The Police Armourer

Robert Ngamoki, the police armourer was next on the stand.

He examined, in the stand, firearms found in Te Rangikaiwhiria Kemara’s house. (The court heard earlier that Kemara has a NZ firearms’ license).

The prosecutor explained that ‘all the firearms were made safe, that there was no ammunition lying around but they still would not be pointed at anyone’.

The pistol found by Kemara’s bed was described by Ngamoki as being a blank firing pistol and that no license is needed for it.

He then went through all the other weapons, stating their make and serial number and describing their purpose. To possess all the guns and ammunition an A-Category firearms’ license was needed.

He also discussed the firearms found at the houses associated with Tame Iti and the Marlin rifle found in TeAro valley in Wellington.

The sawn-off shot gun found at another person’s house, someone no longer facing charges as a result of Operation 8 was a double-barrel sawn-off shotgun.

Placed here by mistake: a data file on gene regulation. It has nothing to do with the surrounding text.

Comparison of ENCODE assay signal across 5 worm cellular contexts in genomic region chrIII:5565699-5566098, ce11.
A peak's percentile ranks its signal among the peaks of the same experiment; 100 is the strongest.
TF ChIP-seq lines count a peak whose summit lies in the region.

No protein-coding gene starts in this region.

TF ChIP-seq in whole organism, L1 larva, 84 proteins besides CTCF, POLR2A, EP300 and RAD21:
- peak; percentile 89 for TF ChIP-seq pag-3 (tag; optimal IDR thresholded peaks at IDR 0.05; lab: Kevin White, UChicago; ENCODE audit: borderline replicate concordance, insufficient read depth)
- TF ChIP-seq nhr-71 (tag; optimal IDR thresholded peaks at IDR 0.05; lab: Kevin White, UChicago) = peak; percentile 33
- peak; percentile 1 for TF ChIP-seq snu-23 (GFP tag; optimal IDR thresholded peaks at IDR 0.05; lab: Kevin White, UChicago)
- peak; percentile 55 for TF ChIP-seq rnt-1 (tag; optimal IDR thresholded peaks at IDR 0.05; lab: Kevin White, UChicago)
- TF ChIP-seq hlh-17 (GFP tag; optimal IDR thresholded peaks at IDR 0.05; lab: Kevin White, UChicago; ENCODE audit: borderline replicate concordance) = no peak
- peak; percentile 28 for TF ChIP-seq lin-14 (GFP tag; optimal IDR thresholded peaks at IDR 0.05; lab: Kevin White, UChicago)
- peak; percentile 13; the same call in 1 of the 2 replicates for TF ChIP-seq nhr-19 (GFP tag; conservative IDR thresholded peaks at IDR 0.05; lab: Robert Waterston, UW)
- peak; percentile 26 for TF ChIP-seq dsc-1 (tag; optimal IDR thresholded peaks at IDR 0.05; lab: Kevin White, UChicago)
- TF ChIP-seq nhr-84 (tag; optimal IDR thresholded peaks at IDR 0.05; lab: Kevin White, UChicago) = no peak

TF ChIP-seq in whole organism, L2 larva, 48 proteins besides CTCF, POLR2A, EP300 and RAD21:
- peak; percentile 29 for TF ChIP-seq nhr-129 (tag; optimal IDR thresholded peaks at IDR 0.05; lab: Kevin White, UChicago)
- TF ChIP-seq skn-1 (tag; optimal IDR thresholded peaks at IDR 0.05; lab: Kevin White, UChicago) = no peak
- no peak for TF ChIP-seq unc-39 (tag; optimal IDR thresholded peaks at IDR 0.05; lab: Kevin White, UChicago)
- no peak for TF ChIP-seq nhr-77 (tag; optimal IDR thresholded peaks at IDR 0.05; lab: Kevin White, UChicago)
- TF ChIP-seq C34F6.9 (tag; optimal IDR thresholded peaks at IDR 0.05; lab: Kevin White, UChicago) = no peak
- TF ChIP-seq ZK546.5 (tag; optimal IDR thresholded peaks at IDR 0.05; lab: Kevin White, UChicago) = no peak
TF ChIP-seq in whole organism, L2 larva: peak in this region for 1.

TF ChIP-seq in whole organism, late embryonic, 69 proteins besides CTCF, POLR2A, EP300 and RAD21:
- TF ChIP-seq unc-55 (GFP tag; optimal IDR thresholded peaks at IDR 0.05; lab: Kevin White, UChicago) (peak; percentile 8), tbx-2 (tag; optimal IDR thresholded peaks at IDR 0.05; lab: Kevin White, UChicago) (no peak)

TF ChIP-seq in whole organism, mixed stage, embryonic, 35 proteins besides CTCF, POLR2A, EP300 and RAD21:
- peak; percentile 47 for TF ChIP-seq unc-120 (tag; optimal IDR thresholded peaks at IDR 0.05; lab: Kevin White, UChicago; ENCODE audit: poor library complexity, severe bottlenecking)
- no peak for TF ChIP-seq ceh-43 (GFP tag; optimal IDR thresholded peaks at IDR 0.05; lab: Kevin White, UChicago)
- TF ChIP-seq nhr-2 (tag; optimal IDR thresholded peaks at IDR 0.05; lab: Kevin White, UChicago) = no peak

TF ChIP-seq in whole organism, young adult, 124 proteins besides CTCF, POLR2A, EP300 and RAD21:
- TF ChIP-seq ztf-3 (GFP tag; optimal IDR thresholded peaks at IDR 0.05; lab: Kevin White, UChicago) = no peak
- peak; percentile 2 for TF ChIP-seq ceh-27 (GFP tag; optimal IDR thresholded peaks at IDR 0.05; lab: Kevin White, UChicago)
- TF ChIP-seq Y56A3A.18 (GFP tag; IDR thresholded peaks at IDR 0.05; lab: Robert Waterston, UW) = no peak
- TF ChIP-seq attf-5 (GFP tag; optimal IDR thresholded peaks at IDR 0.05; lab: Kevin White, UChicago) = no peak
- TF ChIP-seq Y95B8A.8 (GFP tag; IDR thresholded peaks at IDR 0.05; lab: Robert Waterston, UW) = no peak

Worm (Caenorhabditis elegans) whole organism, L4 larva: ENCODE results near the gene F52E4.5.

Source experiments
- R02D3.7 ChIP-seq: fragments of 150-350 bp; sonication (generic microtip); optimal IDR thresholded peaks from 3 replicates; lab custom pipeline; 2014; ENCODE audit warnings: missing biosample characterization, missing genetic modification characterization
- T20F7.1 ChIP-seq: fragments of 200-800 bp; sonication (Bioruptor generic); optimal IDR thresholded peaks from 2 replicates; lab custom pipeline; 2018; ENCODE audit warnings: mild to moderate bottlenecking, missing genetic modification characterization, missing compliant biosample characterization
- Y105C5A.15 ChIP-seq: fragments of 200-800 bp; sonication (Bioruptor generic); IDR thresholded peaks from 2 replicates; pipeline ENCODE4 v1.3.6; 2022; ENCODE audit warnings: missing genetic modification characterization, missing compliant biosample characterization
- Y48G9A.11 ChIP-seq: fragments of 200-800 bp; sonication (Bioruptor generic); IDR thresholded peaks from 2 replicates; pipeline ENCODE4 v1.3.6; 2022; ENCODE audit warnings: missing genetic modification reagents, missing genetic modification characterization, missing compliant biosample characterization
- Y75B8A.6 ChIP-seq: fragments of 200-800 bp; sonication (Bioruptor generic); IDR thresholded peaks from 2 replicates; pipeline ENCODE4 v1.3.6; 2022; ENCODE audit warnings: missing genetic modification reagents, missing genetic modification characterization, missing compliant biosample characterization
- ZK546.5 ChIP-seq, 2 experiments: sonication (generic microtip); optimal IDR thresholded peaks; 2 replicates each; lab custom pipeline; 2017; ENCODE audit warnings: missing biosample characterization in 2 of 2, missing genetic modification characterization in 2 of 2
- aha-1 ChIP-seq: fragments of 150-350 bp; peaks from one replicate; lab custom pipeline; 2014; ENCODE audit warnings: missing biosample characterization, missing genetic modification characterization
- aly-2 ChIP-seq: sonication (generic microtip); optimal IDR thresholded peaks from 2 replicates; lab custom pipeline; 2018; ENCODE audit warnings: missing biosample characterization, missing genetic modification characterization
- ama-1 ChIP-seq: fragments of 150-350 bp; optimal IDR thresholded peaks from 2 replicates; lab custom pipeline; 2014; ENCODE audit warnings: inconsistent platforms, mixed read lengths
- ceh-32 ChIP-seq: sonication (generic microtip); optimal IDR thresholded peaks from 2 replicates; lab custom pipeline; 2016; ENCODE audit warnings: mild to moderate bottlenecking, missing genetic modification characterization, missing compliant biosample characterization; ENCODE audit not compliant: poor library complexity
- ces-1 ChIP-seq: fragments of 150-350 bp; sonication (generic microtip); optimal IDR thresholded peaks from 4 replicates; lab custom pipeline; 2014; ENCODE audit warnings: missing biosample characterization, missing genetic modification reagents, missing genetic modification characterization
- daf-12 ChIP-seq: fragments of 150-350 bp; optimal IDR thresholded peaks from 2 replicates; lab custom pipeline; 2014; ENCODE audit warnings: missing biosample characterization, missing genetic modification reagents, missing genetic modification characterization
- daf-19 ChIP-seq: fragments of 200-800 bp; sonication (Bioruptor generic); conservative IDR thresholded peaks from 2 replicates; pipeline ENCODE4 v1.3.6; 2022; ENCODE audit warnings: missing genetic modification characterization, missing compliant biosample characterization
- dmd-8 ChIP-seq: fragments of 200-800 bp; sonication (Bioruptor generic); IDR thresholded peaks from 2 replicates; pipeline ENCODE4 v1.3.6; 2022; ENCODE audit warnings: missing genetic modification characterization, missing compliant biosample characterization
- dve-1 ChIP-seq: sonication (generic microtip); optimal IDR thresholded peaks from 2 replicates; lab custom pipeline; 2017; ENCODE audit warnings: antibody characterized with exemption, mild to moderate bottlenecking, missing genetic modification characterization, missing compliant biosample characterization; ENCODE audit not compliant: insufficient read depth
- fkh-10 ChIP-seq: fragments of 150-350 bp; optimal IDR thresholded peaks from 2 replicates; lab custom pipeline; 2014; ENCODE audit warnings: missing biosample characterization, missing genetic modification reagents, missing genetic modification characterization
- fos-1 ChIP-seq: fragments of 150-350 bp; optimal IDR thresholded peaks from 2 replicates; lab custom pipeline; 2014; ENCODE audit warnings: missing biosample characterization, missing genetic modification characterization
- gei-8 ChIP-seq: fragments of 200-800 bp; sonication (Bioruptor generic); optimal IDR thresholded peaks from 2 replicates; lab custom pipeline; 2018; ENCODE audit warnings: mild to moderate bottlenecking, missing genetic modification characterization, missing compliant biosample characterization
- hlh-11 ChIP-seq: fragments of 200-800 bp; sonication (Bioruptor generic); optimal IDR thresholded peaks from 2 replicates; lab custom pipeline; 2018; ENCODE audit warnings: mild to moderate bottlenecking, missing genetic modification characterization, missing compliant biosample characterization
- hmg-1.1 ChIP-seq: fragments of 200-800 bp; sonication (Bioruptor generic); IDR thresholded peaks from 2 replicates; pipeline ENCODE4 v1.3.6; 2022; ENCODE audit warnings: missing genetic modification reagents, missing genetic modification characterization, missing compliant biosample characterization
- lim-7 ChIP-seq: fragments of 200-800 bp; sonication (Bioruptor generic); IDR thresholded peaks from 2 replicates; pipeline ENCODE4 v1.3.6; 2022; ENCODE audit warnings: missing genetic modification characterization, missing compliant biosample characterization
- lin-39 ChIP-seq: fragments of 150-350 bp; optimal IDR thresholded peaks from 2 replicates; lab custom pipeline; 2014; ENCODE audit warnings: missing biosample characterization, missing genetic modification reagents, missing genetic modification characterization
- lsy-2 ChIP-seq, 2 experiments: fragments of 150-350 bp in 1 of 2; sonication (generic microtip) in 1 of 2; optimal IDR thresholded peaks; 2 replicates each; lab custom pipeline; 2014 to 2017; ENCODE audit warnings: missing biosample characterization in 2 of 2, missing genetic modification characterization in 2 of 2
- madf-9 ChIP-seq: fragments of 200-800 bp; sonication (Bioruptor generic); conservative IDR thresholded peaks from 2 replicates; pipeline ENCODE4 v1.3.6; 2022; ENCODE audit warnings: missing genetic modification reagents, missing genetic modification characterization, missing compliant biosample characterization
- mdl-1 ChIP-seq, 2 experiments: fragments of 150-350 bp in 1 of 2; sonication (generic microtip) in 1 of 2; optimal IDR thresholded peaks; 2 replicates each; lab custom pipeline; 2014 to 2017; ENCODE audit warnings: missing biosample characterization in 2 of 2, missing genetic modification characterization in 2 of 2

He said that they are in common use but not for legal purposes.

Ngamoki was then taken through photographs in the various exhibits books and asked to match the firearms found with the firearms photographed at the various camps.

Under cross-examination he agreed with Fairbrother that guns are mass-produed items and that therefore there are lookalike weapons in their thousands.

He also agreed that some hunters use sawn-off shotguns to go through the bush to hunt pigs ‘as long as the barrel doesn’t go beyond a certain size’.

He also agreed that there are a lot of replica guns readily available in shops. But he did say that ‘you are probably looking at sports shops rather than the $2 shop’.